In a recent private letter ruling, the U.S. Internal Revenue Service revoked the tax exemption of a public charity because its assets and income inured to the benefit of the organization’s president and his spouse. PLR 201122023. The IRS based its revocation of exempt status on the prohibition in Internal Revenue Code Section 501(c)(3) against inurement of the net earnings of a charity to the benefit of any private shareholder or individual, and on Reg. 1.501(c)(3)-1(d)(1)(ii), which provides that a 501(c)(3) organization must establish that “it is not organized or operated for the benefit of private interests such as designated individuals, the creator or his family, shareholders of the organization, or persons controlled directly or indirectly by such private interests.” The Service also cited statutory and regulatory provisions requiring tax-exempt entities to maintain records sufficient to show whether the organization is liable for any tax.
As described by the IRS, the organization in PLR 201122023 allowed its president to make cash withdrawals and to make checks payable to cash from the organization’s checking account. When questioned by the IRS, the president did produce any receipts or records to show the payments and withdrawals were made for the benefit of the charity. The president also wrote checks from the organization’s checking account to his wife, purportedly for her services as a “program coordinator.” However, the payments occurred at times when the IRS determined the organization did not engage in any exempt activities, and the organization produced no evidence to show what services the president’s wife had rendered the organization. The president further used the charity’s funds to pay for personal expenses, including his personal cell phone bill. He also paid unspecified and undocumented “professional fees.” The IRS concluded that there was “little question that President and his wife received personal benefit from” use of the charity’s funds. The alleged diversion of charitable funds to private purposes was made possible by the fact that the organization did “not have an independent oversight board,” and the president was “in complete control of the organization and its expenditures.”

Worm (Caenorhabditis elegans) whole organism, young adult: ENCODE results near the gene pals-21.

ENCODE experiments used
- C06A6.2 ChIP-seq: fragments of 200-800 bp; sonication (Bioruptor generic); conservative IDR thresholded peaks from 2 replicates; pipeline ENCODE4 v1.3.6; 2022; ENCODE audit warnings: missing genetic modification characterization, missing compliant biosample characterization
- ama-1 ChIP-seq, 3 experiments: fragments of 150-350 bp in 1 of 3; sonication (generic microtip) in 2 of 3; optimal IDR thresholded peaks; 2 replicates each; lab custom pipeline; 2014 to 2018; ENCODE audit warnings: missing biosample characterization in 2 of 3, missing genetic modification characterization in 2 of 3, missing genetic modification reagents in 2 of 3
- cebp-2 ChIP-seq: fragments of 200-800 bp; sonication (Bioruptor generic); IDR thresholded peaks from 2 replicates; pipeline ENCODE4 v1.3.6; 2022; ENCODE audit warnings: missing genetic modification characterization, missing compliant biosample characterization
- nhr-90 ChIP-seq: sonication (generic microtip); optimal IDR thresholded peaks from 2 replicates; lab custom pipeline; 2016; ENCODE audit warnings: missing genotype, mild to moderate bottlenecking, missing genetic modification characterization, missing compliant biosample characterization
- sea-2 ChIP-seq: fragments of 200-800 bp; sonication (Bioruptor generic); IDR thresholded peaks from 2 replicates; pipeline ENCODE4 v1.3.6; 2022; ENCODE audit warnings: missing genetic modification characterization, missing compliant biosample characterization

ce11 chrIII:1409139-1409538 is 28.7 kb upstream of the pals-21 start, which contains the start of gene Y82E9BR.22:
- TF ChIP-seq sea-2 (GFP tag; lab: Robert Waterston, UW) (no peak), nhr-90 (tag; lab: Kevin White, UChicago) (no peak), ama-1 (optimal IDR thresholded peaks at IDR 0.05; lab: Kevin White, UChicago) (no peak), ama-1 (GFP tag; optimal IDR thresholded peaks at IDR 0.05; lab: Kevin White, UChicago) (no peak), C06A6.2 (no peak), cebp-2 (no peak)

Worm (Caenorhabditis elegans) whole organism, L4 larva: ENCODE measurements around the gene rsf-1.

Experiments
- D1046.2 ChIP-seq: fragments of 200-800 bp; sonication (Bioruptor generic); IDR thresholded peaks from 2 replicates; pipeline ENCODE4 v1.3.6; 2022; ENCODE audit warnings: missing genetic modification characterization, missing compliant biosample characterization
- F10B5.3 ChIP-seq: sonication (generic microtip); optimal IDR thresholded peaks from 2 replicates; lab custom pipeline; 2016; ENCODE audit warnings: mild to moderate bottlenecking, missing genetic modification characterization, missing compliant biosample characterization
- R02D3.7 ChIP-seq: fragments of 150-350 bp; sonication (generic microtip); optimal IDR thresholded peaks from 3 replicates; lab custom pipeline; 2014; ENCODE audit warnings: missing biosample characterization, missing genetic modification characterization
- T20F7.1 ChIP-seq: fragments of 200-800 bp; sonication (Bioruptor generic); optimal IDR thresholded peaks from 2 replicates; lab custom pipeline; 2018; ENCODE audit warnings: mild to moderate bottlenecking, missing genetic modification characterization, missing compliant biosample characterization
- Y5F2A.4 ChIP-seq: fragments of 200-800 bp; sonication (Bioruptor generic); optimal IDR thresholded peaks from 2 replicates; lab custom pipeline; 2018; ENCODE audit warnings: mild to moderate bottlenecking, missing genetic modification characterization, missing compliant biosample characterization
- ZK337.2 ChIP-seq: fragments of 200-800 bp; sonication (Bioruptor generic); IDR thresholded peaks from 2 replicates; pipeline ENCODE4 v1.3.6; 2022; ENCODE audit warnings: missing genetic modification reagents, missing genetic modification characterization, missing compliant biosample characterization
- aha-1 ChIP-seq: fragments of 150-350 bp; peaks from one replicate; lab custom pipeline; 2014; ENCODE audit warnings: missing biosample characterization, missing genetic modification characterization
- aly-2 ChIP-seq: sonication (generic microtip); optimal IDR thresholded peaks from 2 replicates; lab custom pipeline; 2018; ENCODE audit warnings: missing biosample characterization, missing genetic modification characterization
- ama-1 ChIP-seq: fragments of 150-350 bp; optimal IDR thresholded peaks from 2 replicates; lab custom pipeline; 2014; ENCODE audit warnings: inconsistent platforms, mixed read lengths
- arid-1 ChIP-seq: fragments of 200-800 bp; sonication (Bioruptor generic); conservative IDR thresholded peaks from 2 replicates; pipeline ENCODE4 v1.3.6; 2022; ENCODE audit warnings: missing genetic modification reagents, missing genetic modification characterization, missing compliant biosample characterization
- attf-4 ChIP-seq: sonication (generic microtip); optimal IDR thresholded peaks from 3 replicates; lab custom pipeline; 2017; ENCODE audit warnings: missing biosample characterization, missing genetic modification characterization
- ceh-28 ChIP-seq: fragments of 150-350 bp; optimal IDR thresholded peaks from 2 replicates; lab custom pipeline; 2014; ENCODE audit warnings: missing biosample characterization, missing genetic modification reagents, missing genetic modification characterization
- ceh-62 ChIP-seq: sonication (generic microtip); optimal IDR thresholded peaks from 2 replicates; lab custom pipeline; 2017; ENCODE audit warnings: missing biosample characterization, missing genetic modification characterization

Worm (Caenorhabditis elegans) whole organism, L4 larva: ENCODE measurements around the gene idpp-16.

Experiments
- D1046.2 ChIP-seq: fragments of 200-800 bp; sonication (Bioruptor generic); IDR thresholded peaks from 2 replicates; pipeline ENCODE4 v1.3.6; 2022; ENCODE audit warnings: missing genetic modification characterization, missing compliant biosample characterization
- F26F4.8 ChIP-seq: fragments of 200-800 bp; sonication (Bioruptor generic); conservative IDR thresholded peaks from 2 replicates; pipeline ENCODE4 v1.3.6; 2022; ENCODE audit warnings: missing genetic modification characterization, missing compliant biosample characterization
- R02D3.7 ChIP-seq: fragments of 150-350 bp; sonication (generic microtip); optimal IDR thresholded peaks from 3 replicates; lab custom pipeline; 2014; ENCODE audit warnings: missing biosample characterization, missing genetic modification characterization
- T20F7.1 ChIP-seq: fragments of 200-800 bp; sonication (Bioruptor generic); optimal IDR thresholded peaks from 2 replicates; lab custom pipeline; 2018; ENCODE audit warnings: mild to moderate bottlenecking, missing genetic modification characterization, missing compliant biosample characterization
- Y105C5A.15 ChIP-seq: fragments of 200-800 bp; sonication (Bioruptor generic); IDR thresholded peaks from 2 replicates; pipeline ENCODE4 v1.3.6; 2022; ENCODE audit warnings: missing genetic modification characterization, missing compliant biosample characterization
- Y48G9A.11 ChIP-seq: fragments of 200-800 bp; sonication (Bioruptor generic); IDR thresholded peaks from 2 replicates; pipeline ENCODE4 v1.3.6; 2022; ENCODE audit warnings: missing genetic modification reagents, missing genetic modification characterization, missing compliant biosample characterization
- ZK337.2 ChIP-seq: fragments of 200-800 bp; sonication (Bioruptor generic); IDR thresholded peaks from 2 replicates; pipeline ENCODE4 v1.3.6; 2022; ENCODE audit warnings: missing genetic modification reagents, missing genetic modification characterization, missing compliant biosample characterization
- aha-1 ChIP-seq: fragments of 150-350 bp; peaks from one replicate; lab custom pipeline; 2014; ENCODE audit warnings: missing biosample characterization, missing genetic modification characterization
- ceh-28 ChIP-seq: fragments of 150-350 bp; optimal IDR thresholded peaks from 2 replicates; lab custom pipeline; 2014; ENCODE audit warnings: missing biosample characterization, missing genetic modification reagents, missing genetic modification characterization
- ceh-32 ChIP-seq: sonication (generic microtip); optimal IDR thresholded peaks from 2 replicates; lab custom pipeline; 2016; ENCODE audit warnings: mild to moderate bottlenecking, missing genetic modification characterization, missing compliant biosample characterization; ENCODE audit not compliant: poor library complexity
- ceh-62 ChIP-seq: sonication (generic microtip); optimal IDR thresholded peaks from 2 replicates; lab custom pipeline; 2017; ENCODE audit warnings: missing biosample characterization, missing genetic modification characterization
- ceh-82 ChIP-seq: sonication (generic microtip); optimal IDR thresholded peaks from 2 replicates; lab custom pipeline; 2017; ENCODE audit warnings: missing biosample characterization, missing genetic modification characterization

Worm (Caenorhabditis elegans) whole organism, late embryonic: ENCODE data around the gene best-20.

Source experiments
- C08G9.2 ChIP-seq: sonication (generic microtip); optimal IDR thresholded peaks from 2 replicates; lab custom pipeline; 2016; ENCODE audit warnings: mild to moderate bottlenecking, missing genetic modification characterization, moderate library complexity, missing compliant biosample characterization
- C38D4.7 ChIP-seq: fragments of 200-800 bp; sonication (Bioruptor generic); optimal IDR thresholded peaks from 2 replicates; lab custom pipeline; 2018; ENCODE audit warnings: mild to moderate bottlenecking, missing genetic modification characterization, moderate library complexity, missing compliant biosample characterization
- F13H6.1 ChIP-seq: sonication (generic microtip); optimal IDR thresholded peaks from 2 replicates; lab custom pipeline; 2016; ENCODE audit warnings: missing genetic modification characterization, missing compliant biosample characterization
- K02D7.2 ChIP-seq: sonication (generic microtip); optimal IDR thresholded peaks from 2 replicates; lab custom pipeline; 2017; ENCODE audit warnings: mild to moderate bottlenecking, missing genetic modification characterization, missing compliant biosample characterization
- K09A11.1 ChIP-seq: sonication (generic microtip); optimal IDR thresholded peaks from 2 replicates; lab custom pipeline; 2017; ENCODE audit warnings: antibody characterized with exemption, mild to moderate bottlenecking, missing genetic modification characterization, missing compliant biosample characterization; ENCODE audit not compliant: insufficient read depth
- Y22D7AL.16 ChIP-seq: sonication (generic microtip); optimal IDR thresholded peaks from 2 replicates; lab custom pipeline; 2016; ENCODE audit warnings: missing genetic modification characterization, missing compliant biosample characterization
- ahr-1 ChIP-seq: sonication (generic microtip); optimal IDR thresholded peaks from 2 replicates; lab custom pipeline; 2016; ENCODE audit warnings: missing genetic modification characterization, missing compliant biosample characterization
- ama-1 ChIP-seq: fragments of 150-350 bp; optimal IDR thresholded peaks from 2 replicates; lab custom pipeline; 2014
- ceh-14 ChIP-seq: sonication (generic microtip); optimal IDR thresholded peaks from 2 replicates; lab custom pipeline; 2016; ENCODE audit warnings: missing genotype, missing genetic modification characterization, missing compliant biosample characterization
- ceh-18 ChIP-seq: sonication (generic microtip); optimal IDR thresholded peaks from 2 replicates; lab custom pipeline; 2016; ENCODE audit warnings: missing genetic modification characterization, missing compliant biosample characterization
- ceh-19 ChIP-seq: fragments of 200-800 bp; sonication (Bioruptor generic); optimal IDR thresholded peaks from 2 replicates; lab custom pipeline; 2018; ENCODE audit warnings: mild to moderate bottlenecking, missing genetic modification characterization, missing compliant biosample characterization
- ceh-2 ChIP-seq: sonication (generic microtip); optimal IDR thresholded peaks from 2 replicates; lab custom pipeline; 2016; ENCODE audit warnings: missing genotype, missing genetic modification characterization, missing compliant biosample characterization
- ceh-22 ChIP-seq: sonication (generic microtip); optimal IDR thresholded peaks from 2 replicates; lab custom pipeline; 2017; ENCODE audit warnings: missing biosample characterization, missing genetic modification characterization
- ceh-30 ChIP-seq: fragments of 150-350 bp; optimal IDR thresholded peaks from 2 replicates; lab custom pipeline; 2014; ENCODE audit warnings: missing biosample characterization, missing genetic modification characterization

In addition to the organization’s inability to establish that expenditures of charitable funds were for exempt purposes, the IRS faulted the fact that financial information provided by the organization on its Form 990-EZ “was clearly wrong and by significant amounts.” The ruling indicates that the organization “never provided an explanation of the differences between the amounts of cash balances and revenues shown on the books and the amounts shown in the records.”